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Cusco is the touristic center of Peru. Not strange at all as there is a lot to be seen in the city and its surroundings. Especially attractive are the famous Inca sites, available in large numbers because a couple of centuries ago this was one of the most important areas for the Inca empire. It is a place where Spanish and Inca culture have come together. Because Cusco is so touristic you can expect quite a lot of hassling. When you walk around the main plaza there is a constant noise of Peruvians young and old, trying to sell you something: "Cigarettes. Eat in my restaurant. Visit the Inca sites." If you are a bit on budget, like we are, you better don't eat in the surroundings of the plaza, just a little bit out of the center you will find great food for half the price. We indeed visited the Inca sites, however, we did it by a little self-arranged tour. We rode our bicycles in a one-week trip through the Valle Sacrado, visiting the nearby ruins, Pisac, Ollantaytambo, Machu Picchu, the ancient salt pans that are still being used and Moray. The tour shops in Cusco don't only offer tours to those Inca sites, you can also book plenty of trips to explore the jungles. It is because Cusco is situated on the edge of the Andes that it becomes relative easy (by plane) to visit the jungles in the northeast, towards the Brazilian and Bolivian borders. Most of the agencies focus on the famous Manu national park, which is awfully expensive. Too much for us. But still we wanted to visit the jungles and its wildlife because we hadn't seen much of it so far during the South-America journey; we have cycled in the past months in the highlands of the Andes. More affordable jungles can be found at about 250km east of Manu, in the province Madre de Dios, near the city Puerto Maldonado. To make it even more affordable for us, we didn't use the plane but took our strong bikes to get there.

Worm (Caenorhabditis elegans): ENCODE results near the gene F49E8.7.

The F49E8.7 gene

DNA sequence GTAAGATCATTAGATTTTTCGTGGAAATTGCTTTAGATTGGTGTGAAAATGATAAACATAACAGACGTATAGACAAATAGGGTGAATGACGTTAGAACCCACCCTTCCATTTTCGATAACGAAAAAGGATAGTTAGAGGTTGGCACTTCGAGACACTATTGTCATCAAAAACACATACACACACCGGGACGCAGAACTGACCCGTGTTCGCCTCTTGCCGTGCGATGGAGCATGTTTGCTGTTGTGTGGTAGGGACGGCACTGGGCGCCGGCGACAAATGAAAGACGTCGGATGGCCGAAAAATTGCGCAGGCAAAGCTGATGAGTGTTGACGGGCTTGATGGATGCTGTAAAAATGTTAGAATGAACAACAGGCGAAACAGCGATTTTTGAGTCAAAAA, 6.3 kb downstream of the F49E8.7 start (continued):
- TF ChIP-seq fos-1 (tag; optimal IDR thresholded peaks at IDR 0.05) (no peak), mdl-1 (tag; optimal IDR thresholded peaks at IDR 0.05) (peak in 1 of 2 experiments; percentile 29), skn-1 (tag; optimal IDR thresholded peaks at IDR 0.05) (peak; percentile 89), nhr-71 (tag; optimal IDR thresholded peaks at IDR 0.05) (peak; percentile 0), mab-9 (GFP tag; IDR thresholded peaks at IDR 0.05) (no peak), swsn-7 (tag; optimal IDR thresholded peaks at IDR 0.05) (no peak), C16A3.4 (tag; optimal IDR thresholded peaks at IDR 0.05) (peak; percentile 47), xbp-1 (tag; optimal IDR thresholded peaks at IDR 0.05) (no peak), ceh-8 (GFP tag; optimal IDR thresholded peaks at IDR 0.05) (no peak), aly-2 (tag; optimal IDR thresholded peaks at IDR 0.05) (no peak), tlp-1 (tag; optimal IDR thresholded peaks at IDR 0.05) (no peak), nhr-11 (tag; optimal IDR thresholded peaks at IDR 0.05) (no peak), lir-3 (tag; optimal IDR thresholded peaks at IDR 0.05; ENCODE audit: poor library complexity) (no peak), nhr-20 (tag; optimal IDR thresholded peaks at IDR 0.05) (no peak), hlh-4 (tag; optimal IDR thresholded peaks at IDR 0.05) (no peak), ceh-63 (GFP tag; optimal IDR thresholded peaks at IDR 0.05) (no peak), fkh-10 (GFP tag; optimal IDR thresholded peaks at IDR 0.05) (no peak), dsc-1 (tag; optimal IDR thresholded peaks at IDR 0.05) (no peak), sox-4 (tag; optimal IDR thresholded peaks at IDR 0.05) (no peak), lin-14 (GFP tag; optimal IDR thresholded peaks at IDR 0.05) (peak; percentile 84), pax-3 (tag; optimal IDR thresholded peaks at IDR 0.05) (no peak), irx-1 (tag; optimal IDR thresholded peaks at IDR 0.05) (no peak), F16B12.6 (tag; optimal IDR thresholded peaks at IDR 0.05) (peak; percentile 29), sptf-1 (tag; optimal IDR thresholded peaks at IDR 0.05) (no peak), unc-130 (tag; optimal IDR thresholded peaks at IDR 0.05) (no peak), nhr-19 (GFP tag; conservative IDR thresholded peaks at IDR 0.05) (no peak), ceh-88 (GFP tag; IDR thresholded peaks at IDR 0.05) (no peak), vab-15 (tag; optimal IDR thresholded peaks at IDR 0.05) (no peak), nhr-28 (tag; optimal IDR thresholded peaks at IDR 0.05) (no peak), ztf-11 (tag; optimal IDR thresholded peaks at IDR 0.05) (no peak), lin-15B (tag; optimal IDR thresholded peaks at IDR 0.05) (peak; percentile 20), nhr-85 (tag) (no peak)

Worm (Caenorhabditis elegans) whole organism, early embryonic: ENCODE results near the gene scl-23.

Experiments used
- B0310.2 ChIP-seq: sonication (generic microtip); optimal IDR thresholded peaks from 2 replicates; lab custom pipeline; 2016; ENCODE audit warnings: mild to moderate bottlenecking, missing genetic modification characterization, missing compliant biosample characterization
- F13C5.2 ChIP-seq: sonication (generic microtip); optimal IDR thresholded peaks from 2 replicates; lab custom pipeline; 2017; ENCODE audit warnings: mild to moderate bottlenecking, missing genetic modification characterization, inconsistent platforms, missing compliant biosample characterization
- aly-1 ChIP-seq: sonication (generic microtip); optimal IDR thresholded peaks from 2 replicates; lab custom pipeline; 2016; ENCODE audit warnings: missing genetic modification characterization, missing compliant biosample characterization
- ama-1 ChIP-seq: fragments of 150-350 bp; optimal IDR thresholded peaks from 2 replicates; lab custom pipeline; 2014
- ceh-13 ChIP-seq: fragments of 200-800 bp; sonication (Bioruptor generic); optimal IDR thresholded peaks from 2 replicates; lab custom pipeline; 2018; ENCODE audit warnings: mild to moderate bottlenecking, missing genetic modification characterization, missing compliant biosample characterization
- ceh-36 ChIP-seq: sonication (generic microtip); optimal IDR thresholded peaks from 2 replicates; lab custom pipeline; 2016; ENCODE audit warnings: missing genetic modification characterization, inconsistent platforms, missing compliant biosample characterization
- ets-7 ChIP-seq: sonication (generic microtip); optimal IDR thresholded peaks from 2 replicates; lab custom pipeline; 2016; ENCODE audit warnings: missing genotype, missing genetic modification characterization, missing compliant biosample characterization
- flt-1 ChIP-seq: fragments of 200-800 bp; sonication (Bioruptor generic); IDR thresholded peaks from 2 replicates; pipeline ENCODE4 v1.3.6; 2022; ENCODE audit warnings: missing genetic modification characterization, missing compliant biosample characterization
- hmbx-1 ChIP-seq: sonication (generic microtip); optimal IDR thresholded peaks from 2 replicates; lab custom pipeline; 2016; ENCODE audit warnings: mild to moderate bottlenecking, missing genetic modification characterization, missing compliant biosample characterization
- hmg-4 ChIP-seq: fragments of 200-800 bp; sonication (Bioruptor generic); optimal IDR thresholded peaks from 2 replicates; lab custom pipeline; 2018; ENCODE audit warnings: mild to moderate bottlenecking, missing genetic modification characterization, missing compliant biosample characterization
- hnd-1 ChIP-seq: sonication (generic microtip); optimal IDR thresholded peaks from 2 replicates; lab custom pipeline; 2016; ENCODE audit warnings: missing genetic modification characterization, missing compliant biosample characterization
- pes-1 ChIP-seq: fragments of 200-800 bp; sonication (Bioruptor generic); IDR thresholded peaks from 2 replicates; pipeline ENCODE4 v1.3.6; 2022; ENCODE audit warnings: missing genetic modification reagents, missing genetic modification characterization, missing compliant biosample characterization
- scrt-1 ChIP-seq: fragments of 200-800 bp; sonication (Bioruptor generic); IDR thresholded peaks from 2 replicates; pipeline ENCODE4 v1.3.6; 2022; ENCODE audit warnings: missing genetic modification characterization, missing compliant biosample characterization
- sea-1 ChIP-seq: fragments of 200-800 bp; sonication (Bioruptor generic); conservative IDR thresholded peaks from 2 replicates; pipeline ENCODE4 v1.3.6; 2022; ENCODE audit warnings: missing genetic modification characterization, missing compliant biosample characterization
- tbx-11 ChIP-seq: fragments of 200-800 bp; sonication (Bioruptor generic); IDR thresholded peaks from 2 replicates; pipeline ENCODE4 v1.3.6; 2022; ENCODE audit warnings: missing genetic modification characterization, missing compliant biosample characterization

It is known to be difficult to reach Madre de Dios over land. The road must be in a rather bad state, especially in the period we wanted to use it because February is in the middle of the rain season. To make it worse, this year the Madre de Dios province (and many other areas in South-America) suffered from extraordinary bad weather, apparently due to El Niño. The rain flooded the land so bad, that the state of emergency was declared. Houses were destroyed and people died… We read this news in the papers and it seemed a bit inappropriate to go on happy holiday into a disaster area. However, several people reassured us that in our intended district the situation was not so bad. We had good help from a travel agency called Peru Discovery, which organizes bike trips into this area (in the dry season). Also Paul and Ilona who did this trip several months earlier and Brad, an American bike fanatic who lives in Puerto Maldonado were positive. We even heard that the road was in a relative good state. Well, why not give it a try!